Why Europe should focus on its own airline carbon market and forget the UN scheme

August 3, 2020

At the beginning of the Covid-19 outbreak, it was difficult to imagine how rapidly the virus would impact our daily lives, and the aviation sector in particular. While we grappled with Zoom calls, and while governments rushed to flatten the curve, the aviation sector was knocking on doors asking for more special treatment - on top of the tax exemptions and light-touch climate regulation that it already enjoys.

Even after receiving over €30 billion of taxpayers’ money, it didn’t take long for airlines to ask the UN aviation agency, ICAO, to change the rules of a global offsetting scheme for aviation’s carbon emissions. The scheme, known as Corsia, obliges airlines to purchase offsets for emissions over 2020 levels, taking the average emissions released in 2019 and 2020 as a baseline. When Covid grounded flights, airlines asked for this baseline to be changed to only take into account 2019 figures because emissions would be so low in 2020 that they would have to offset more than they expected.

But whatever the baseline, will this scheme really place a significant financial burden on airlines, and was it ever going to solve aviation’s climate problems?

First, Corsia does not include an actual emissions reduction target. It relies on airlines buying offsets to compensate for their emissions growth, which will never be enough to offset the known damage of flying, and is also at odds with the Paris agreement’s goals. All countries and sectors are expected to reduce their emissions, including you, aviation!

Second, look at the actual quality and price of the offsets that airlines are expected to buy to compensate for their emissions. At the start of 2020, ICAO’s governing body agreed that six offsetting programmes were eligible to be considered within Corsia, one of which is the Clean Development Mechanism (CDM). The European Commission already reported that 85% of the offset projects under the CDM failed to reduce emissions. ICAO did adopt a safeguard on the age of eligible offsets, which slightly improved the environmental integrity of the scheme, but in the end would still lead to an oversupply of offsets. So, not only are the offsets of questionable quality but the amounts available to buy will be so high that airlines can continue polluting with the assurance that there will always be enough cheap offsets to purchase.

Current and potential supplies are expected to be between 2 and 4 times higher than demand estimated in the industry association IATA’s latest Covid-19 scenarios. With offsets expected to cost a few cents, the financial impact of Corsia on airlines is expected to be minimal. Even ICAO says it expects the cost of compliance to range between 0.2 to 0.6% of total revenues from international aviation in 2025. In comparison, the carbon price in the EU’s carbon market (ETS) averaged around €25 a tonne CO2 in 2019. By changing Corsia’s baseline year, airlines might not even have any offsetting obligations for years – depending on how fast traffic bounces back. So, what we knew would be a hopelessly cheap offsetting scheme will, in its initial years, be non-existent.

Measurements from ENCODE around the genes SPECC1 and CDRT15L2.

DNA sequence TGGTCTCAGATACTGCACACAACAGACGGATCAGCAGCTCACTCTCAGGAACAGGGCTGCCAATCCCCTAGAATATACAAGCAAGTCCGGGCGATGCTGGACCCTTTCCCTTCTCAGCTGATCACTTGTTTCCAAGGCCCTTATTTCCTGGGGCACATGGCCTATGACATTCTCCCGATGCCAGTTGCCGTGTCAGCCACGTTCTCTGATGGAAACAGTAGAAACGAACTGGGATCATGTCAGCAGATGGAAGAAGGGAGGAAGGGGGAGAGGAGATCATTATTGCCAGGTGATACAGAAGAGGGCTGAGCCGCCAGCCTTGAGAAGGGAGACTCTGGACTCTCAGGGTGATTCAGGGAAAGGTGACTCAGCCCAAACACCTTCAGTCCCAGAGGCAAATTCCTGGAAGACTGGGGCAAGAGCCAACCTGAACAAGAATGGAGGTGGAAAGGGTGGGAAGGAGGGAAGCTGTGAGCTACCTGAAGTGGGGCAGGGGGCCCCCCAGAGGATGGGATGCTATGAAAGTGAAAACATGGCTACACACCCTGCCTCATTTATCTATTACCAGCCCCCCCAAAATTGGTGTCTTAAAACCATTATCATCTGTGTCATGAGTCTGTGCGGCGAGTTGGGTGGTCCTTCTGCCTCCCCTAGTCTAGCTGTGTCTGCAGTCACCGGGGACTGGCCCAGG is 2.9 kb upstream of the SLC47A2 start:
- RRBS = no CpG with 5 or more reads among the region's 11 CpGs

So what should governments do?

Don’t buy the line that international aviation emissions can only be regulated by ICAO. The aviation geeks of this world will know the argument by heart now: “aviation is an international mode of transport, so it requires international solutions”. But does it, really? A majority of the aviation industry is eager to privilege international solutions when they want to escape their environmental responsibilities, but are very happy to promote national solutions when it comes to getting bailout money. This needs to stop. Aviation can’t have it both ways: it’s unfair for the sector to get support in bad times and refuse to contribute to European and national environmental efforts in good times. Especially when the industry isn’t effectively dealing with aviation’s climate problem by itself.

Publish Corsia’s impact analysis and reform the EU ETS. When the EU ETS was revised in 2017, the Commission was tasked with assessing the environmental effectiveness of Corsia before proposing to integrate the scheme in EU law. As was highlighted by MEPs, this report hasn’t yet been published. Its eventual arrival will give the EU the opportunity to discuss an ambitious reform of the EU’s carbon market rules for aviation, as suggested in the Commission’s inception impact assessment for the aviation ETS rules.

Back in 2012, the scope of the ETS was reduced to give ICAO time to come up with a credible international emission reduction scheme. Now that we see Corsia and ICAO are failing to deliver, isn’t it time for the EU to show true environmental leadership by strengthening the ETS? Who knows what else airlines will succeed in watering down in Corsia when it’s reviewed in 2022? Now is the chance for Europe and its member states to turn off autopilot and steer aviation towards sustainability.

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